By: Mindy Eskow
When Amazon’s The Man in the High Castle first premiered in early 2015, the dystopian world the series depicted seemed unimaginable. While I’ve always loved alternative historical media on WWII—particularly when the Allied Forces enact brutal revenge on Nazis —The Man in the High Castle offered a different type of alternative I hadn’t before seen: one where the Axis power won. Watching the first season when it initially premiered was a far different experience than watching the second and most recent season that premiered in December of 2016, as it had seemed fantastical that America could adopt any political system remotely similar to that within the series. Although the series depicts a dystopian society rooted in the prominence of evil, the xenophobia already heavily exhibited in Trump’s presidency gives The Man in the High Castle a different context from a fictional fascist alternate reality to a glimpse of what is potentially to come in the next four years in America.
My understanding is that anyone’s first reaction to the purely evil alternative reality shown on The Man in the High Castle would be to sigh in relief that we do not live in that “alternate reality” under an oppressive and malevolent Axis control. However, with America having willfully allowed a man touting a blatantly racist and sexist political agenda to become the most powerful man in the country, The Man in the High Castle no longer feels like fantastical historical fiction. No longer being able to find solace in the fact that a television show depicting an outlandish fascist dystopia is purely fictitious is absolutely terrifying. This caused me to question whether all audiences with disagreeing political views– particularly those who sympathize with Trump– would also find the content of the show so vile. Is there any way that conservative audiences can justify the way present-day America looks under Nazi and Japanese control in the series, or are they so steeped in their own version of xenophobia they they can’t recognize the horrifying similarities?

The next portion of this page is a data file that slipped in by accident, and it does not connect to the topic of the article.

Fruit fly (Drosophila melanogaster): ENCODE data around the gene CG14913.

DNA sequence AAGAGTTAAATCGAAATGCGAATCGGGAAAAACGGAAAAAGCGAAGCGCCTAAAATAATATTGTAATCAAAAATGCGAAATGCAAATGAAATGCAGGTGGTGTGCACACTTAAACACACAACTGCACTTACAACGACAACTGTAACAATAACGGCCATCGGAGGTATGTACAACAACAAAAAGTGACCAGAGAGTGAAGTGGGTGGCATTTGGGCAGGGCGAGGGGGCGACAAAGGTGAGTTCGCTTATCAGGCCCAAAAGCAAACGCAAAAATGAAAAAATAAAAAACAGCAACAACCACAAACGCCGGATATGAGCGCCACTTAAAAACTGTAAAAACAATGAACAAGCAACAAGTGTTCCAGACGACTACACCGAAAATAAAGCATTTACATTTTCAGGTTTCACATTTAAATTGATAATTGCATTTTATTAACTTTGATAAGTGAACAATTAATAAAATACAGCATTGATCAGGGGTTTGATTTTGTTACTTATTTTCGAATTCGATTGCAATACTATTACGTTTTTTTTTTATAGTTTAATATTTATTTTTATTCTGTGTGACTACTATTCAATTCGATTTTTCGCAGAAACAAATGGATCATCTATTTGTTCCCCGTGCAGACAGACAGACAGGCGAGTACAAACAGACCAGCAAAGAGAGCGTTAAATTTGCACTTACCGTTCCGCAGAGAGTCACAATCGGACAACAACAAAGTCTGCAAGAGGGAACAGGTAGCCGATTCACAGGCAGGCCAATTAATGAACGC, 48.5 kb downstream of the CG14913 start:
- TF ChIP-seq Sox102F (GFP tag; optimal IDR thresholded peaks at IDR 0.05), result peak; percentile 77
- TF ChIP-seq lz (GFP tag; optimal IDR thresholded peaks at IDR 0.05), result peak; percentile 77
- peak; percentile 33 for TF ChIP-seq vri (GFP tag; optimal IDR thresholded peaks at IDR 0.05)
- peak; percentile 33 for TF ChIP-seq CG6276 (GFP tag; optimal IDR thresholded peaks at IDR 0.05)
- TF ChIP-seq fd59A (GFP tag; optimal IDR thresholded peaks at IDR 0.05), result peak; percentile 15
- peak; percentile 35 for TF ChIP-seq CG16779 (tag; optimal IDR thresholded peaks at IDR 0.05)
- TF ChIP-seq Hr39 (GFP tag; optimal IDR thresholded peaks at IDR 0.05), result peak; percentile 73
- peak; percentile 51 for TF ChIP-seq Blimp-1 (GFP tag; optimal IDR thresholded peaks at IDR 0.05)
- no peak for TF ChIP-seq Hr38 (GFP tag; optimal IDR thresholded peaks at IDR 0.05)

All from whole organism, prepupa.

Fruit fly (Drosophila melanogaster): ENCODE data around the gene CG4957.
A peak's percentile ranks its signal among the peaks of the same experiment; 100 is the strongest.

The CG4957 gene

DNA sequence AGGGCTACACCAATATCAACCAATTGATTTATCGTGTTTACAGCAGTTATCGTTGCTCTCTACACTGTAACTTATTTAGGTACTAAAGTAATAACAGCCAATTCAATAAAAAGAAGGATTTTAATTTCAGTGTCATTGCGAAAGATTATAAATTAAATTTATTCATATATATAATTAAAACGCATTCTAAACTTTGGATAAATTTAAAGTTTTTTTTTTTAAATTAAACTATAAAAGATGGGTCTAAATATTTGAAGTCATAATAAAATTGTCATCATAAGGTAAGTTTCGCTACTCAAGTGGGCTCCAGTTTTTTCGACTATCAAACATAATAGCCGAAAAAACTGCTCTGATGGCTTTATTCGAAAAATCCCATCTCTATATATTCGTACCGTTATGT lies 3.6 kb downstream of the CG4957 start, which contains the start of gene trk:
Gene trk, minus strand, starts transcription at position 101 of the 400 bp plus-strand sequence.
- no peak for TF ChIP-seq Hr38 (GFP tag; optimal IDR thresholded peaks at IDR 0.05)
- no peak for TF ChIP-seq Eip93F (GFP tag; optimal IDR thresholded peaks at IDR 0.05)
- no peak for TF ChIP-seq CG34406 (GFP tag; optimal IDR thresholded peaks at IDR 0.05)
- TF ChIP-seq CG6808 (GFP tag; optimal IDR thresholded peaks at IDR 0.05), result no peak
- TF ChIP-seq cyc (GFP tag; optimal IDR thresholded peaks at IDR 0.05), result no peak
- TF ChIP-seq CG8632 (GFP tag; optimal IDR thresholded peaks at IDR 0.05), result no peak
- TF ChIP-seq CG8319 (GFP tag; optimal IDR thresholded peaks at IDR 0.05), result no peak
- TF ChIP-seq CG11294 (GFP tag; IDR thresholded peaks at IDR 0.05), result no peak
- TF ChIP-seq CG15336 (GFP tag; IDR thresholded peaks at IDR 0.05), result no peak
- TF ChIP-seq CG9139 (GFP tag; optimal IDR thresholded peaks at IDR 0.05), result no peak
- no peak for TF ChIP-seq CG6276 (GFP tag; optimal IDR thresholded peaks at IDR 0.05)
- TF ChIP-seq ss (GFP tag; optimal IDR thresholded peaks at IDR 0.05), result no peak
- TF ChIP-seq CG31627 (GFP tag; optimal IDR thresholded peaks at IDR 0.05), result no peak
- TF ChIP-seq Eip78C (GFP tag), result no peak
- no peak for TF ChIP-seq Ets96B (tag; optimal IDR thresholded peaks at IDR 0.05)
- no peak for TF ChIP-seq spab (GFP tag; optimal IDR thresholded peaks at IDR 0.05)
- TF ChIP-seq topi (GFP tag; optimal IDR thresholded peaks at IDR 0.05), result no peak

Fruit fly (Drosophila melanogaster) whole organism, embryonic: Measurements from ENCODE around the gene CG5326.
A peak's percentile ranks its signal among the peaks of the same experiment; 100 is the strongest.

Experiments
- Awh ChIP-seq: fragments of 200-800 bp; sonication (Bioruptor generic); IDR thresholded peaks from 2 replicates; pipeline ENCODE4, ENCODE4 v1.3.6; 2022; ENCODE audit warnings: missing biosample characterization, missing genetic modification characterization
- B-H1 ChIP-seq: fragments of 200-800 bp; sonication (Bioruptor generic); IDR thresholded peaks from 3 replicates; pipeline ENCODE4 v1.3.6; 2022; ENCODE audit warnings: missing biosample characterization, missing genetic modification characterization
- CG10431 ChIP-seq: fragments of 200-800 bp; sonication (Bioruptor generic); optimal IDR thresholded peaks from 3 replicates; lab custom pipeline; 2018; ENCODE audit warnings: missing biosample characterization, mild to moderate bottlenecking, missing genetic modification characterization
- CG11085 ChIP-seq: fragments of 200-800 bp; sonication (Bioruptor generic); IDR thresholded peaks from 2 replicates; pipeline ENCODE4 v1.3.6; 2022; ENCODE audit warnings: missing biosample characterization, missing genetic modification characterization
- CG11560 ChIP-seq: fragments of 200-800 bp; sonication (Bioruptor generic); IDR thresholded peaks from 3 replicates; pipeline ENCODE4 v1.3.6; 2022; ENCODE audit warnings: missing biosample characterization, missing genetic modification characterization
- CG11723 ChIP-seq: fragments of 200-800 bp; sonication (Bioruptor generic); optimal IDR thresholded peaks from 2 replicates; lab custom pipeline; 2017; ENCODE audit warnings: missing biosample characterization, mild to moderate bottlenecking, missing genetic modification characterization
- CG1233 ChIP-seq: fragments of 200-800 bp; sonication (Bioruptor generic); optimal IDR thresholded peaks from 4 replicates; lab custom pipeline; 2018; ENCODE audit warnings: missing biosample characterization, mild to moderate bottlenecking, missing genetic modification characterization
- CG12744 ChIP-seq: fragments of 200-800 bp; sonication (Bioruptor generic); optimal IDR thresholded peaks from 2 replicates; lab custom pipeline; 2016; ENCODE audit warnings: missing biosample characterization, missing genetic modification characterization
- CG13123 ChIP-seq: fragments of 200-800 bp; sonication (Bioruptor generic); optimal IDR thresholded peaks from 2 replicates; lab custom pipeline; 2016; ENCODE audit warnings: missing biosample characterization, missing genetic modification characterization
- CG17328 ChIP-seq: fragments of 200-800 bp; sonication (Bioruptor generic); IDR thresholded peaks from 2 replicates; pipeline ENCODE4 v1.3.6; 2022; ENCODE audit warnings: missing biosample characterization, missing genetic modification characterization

The parallels between The Man in the High Castle and Trump’s presidency are frightening. Where in the series Hitler becomes infuriated by videotapes depicting a world without Nazi control, Trump is enraged by the fact that Americans can laugh along to Alec Baldwin’s accurate portrayal of him on SNL as a pathetic leader. Trump, similar to Hitler in the series, wants to censor the media so Americans are unaware of the reality of how spineless and weak he is. American citizens living under the Nazi and Japanese regimes in the show are widely viewed as second class citizens, similar to how minorities are viewed by the Trump administration and voters. The Man in the High Castle also depicts a physically divided America, with three distinct sections: The Nazi Reich, the Japanese Pacific States, and the Neutral Zone. The election of Trump resulted in an extremely divided nation, with people who live in the “liberal bubble” Trump supporters often reference in regards to predominately Democratic states feeling completely opposed to all that Trump supporting Republicans stand for, and vice versa.
Especially in the Trump era, media has the responsibility to entertain, educate, and motivate change. The similarities between the storylines of The Man in the High Castle and what is currently happening under Trump’s presidency prove that although America has previously successfully defeat evil, we still have an extremely long way to go to overcome the racist, sexist, and xenophobic attitudes held by so many Americans today. Hopefully, with shows like The Man in the High Castle that portray a dystopia no longer rooted in fiction, audiences will be motivated to do all they can to prevent such evil from fully taking over our world right now by fighting back against oppression.
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